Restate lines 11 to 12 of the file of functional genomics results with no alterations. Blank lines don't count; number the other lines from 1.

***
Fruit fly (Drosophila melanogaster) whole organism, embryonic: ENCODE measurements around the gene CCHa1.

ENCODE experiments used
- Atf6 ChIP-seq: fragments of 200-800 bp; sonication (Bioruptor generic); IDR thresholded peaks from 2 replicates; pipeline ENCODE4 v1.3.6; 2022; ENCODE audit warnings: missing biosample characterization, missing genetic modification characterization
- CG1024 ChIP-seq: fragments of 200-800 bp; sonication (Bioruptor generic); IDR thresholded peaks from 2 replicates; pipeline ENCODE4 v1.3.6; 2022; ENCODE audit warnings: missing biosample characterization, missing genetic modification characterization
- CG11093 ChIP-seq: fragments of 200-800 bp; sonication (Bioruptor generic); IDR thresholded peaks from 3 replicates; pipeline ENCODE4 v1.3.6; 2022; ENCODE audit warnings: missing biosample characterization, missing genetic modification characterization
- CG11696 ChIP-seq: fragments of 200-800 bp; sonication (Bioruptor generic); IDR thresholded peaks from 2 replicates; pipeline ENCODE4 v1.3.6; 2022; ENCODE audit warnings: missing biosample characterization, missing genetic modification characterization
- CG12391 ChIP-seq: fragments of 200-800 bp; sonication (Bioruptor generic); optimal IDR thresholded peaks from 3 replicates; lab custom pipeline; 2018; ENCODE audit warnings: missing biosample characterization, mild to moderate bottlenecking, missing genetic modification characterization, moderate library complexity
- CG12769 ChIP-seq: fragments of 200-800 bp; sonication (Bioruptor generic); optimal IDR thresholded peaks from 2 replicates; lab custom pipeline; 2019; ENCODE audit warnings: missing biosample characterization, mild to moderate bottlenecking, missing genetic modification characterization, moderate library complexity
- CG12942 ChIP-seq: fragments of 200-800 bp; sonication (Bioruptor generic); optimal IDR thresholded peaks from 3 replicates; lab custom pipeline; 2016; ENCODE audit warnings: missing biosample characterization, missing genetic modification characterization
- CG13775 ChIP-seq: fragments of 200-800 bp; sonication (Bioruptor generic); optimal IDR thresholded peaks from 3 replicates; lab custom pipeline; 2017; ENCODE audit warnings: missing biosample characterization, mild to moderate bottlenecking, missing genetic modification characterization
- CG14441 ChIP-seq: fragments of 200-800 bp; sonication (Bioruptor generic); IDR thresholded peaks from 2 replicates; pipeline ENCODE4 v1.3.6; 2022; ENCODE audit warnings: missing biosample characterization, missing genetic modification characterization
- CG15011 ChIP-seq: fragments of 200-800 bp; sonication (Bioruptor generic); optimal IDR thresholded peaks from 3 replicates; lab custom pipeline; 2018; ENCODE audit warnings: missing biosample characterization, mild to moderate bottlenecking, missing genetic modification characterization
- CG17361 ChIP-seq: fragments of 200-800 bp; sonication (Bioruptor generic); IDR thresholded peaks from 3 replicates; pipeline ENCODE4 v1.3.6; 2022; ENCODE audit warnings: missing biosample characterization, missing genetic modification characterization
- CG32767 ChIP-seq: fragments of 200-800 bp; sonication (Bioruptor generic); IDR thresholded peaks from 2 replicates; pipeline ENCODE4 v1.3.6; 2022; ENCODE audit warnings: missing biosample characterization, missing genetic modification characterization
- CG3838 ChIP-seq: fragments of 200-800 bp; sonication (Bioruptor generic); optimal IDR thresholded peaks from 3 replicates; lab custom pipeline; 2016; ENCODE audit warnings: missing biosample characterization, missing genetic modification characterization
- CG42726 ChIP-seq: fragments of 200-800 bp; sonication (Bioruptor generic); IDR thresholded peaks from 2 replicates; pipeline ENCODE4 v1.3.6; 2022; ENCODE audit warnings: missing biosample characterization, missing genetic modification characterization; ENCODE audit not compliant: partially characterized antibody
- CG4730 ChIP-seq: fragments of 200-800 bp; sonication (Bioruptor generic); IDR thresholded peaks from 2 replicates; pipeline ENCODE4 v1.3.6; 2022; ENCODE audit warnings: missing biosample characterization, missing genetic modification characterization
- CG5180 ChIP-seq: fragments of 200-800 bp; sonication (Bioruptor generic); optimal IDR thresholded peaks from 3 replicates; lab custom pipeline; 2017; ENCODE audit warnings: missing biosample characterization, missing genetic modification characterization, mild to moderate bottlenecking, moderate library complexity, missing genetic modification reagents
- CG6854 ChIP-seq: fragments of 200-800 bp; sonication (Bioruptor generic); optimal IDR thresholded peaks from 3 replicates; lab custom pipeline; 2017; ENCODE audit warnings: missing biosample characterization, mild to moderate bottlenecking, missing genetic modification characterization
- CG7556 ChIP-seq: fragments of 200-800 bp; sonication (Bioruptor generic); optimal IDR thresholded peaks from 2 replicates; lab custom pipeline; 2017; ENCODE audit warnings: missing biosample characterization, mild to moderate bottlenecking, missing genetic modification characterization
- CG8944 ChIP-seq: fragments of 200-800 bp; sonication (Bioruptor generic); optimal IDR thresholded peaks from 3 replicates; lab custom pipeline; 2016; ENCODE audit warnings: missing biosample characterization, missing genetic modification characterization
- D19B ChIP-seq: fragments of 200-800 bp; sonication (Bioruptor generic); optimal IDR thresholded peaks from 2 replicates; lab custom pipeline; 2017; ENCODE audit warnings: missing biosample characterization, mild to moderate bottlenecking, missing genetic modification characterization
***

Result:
- CG14441 ChIP-seq: fragments of 200-800 bp; sonication (Bioruptor generic); IDR thresholded peaks from 2 replicates; pipeline ENCODE4 v1.3.6; 2022; ENCODE audit warnings: missing biosample characterization, missing genetic modification characterization
- CG15011 ChIP-seq: fragments of 200-800 bp; sonication (Bioruptor generic); optimal IDR thresholded peaks from 3 replicates; lab custom pipeline; 2018; ENCODE audit warnings: missing biosample characterization, mild to moderate bottlenecking, missing genetic modification characterization